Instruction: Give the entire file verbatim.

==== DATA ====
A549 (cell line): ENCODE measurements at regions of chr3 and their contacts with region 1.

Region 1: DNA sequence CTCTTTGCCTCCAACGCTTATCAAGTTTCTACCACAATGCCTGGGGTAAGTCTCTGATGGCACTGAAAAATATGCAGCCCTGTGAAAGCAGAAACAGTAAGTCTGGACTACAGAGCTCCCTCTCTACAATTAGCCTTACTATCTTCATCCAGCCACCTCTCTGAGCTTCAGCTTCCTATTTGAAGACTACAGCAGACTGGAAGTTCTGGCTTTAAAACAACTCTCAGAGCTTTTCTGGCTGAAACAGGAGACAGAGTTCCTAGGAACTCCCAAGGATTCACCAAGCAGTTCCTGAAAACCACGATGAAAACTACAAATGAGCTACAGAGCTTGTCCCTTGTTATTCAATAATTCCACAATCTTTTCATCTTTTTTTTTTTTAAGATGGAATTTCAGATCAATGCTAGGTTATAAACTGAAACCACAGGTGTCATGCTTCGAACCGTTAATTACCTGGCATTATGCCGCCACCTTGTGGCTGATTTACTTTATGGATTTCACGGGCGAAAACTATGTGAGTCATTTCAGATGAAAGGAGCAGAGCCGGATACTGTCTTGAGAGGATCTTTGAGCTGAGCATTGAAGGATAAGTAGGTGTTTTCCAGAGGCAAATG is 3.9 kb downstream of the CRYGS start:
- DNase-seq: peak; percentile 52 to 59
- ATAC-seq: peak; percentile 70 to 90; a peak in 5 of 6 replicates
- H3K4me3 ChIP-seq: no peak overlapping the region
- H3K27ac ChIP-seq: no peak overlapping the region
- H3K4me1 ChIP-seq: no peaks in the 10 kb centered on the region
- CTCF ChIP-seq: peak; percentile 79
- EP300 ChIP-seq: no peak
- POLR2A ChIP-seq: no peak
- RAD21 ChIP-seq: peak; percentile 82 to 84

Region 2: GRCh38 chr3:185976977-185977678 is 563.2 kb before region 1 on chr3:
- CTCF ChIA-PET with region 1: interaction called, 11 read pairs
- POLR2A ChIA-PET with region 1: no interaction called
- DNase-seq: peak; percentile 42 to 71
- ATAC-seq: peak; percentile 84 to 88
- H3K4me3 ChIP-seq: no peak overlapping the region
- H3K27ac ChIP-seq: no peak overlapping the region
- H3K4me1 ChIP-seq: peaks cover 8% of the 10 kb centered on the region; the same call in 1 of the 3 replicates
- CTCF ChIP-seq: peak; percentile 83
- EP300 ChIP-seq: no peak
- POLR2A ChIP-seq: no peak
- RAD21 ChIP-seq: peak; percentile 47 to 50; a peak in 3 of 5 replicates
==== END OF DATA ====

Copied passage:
A549 (cell line): ENCODE measurements at regions of chr3 and their contacts with region 1.

Region 1: DNA sequence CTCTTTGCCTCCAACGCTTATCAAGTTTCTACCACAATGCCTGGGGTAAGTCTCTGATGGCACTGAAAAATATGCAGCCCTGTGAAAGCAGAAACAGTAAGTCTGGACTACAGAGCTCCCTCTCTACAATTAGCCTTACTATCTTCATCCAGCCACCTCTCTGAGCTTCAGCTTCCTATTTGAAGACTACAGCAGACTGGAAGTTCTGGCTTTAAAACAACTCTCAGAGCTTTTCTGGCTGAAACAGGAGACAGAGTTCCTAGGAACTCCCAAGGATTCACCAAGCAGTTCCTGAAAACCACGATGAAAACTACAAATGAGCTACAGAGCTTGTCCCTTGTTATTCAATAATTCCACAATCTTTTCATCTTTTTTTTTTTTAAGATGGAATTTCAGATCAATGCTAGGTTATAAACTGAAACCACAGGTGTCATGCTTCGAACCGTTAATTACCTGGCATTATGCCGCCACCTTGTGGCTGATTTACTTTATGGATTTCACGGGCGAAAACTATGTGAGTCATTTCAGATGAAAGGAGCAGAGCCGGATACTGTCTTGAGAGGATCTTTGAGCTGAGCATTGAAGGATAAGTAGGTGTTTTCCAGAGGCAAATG is 3.9 kb downstream of the CRYGS start:
- DNase-seq: peak; percentile 52 to 59
- ATAC-seq: peak; percentile 70 to 90; a peak in 5 of 6 replicates
- H3K4me3 ChIP-seq: no peak overlapping the region
- H3K27ac ChIP-seq: no peak overlapping the region
- H3K4me1 ChIP-seq: no peaks in the 10 kb centered on the region
- CTCF ChIP-seq: peak; percentile 79
- EP300 ChIP-seq: no peak
- POLR2A ChIP-seq: no peak
- RAD21 ChIP-seq: peak; percentile 82 to 84

Region 2: GRCh38 chr3:185976977-185977678 is 563.2 kb before region 1 on chr3:
- CTCF ChIA-PET with region 1: interaction called, 11 read pairs
- POLR2A ChIA-PET with region 1: no interaction called
- DNase-seq: peak; percentile 42 to 71
- ATAC-seq: peak; percentile 84 to 88
- H3K4me3 ChIP-seq: no peak overlapping the region
- H3K27ac ChIP-seq: no peak overlapping the region
- H3K4me1 ChIP-seq: peaks cover 8% of the 10 kb centered on the region; the same call in 1 of the 3 replicates
- CTCF ChIP-seq: peak; percentile 83
- EP300 ChIP-seq: no peak
- POLR2A ChIP-seq: no peak
- RAD21 ChIP-seq: peak; percentile 47 to 50; a peak in 3 of 5 replicates